A story of grief by a man and a boy

odd numbers

It would appear that the calculator in my brain hasn’t adjusted to the figures that make up my new life.

Having just been on a week away with my two best men and their respective wife and girlfriend, we’ve needed to quote numbers for taxis, restaurants and when ordering beers at the bar. But the numbers never seem to add up. My friends would order five drinks from the waiter or ask for a table that couldn’t quite fit three complete couples and two kids.

Although I have no real problem with basic maths, it’s like my mental abacus is missing a counter. Becoming an odd number so suddenly just doesn’t seem to add up.

And I think what makes it really hard is that it’s an equation that I wasn’t able to learn before the exam.

It’s like I missed the class on this basic mental arithmetic. Our two became one without me even picking up my pen. Previous life lessons of going from double to single haven’t taught me anything that I can apply to this test. My life has become divided – the even part is in the past and I’m left living the odd. I don’t feel equal anymore. My happiness has been subtracted and the pain just keeps multiplying. My plus one has gone and I can’t sum myself up.

Perhaps maths is not my strong point or maybe it just has no place in grief. It’s a subject that only has definitive answers and no room for judgement nor error.

So perhaps I’ll concentrate on philosophy instead.

How can the mind comes to terms with a relationship ending without having called the shots or agreed the terms?

How can a marriage just stop so abruptly without a break-up or a breakdown?

How can I find any comfort in a pointless death, which followed no pain?

And how can I count my blessings if I’ve just calculated that mathematics is a study lost on loss?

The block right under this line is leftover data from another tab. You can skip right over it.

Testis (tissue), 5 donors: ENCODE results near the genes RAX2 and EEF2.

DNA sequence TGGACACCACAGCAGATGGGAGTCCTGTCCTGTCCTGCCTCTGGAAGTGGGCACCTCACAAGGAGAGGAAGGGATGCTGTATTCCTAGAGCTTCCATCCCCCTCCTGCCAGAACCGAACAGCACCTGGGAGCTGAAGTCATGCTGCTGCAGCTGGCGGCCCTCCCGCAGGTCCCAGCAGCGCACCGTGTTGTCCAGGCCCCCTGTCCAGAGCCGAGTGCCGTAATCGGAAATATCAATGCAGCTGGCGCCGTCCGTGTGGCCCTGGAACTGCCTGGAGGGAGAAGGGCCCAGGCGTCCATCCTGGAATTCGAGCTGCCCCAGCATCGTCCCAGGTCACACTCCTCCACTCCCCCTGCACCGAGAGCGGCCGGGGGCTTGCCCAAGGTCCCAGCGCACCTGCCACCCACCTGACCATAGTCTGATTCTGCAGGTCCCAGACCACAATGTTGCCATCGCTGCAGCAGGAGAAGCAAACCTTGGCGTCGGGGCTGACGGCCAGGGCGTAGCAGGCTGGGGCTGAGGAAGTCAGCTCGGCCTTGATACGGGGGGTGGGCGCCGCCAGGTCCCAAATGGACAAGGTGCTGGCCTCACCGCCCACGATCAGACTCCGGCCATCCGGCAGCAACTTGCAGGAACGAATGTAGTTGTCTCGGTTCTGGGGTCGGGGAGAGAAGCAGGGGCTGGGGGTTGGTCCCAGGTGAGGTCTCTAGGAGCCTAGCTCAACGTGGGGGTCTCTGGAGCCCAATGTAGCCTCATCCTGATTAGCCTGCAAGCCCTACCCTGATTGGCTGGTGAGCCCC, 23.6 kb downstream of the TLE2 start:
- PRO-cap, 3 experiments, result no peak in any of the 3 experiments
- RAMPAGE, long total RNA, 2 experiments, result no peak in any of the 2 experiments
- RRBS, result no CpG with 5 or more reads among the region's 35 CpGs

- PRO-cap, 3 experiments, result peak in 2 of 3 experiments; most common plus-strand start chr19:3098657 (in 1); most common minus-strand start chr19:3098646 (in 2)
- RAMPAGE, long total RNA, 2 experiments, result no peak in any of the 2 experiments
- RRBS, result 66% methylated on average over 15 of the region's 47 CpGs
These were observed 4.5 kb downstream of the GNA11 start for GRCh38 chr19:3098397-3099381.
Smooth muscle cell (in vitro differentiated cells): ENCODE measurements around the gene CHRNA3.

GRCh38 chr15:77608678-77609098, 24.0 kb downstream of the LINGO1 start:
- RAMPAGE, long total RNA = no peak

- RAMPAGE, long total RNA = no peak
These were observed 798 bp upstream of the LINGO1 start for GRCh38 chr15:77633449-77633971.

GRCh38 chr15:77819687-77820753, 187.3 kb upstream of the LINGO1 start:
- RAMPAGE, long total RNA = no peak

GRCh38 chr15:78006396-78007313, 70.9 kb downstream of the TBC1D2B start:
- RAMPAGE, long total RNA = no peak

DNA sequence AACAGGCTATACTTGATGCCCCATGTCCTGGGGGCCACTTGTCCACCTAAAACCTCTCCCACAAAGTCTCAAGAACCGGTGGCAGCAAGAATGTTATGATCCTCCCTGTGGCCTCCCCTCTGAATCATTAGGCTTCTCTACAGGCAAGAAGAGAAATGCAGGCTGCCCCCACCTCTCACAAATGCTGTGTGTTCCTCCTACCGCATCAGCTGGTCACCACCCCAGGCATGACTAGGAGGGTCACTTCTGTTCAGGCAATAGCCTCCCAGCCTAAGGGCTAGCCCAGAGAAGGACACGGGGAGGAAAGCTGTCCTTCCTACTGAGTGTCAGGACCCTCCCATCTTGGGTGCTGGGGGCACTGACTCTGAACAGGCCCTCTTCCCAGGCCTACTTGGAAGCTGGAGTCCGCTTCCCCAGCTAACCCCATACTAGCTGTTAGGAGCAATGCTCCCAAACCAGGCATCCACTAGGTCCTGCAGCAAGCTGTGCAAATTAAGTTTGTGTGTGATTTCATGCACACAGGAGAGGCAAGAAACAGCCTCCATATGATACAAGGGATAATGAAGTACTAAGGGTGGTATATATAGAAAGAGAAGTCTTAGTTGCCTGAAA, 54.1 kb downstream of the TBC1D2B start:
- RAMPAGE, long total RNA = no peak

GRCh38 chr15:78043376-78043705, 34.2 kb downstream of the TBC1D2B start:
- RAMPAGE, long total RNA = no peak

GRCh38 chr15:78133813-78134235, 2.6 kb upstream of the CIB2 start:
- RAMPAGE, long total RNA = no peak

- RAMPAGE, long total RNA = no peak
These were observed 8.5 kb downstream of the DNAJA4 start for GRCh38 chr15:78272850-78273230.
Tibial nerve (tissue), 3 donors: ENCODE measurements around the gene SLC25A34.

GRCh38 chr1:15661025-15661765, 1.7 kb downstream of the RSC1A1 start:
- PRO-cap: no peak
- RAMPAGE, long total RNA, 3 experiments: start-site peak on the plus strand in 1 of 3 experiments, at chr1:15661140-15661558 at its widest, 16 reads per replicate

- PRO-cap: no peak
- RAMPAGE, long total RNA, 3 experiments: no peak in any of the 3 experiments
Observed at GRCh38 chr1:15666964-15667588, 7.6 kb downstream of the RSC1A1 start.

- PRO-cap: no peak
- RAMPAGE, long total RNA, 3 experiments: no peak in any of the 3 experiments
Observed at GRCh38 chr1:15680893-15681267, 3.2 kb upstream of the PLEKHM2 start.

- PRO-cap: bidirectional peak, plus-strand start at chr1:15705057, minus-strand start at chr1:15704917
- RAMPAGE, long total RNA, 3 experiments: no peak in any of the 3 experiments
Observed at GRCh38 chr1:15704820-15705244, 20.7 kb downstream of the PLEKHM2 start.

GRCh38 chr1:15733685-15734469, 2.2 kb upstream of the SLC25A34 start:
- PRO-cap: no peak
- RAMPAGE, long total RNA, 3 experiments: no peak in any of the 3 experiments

9 comments on “odd numbers

  1. Lucille
    February 9, 2013

    Ben, you count your sorrows and silver linings as some of your greatest blessings.

  2. Ryan Doubleday
    February 9, 2013

    Wow, really wish we had those answers, probably never will, but it brings me comfort to know that others are asking too

  3. mrsb33
    February 9, 2013

    I wish I had the answers for you, I really do. But your bravery, truth, eloquence and honesty inspires me daily. Thank you for this.

  4. Pi+3
    February 9, 2013

    The answer (I believe) is there are no answers. We must just accept the questions will never be answered and as appropriate, try to get on with life doing what was taken away from our loved ones and live life to the full / for both of us… When we accept that we’ll never have the answer, the questions will become less relevant and that’ll be our answer.

  5. Sarah
    February 9, 2013

    Sums it all up very accurately… I was never good at maths either and my missing half makes every day feel like somethings just not adding up, bless you Ben, putting your feelings into words is expressing grief in a way I’ve never been able to but i imagine it must be cathartic. X

  6. Avril Lamb
    February 9, 2013

    How you describe all the different angles of this pain and loss is helping the rest of us who have experienced it, or who are experiencing it. It brings the pain to the surface in an exquisitely painful, but cathartic way. Thank you.

  7. Paul R
    February 9, 2013

    After 28 years of marriage a lot of my conversations with others included “we.” Now after talking with someone new I will often get a question about where my wife is or if she is on a trip or when they can meet her.

    As to the restaurant thing. I frequently get asked if I’m meeting someone or if someone is meeting me or the raised eyebrow with a “just one?”

    In many respects our society is built around pairs.

  8. Caley berry
    February 9, 2013

    You’re not an odd number – you and Jackson makes two. And he’s a walking, talking 50% of Desreen so you will always have part of her with you x

  9. Pingback: Weekend Edition: February 10, 2013 -

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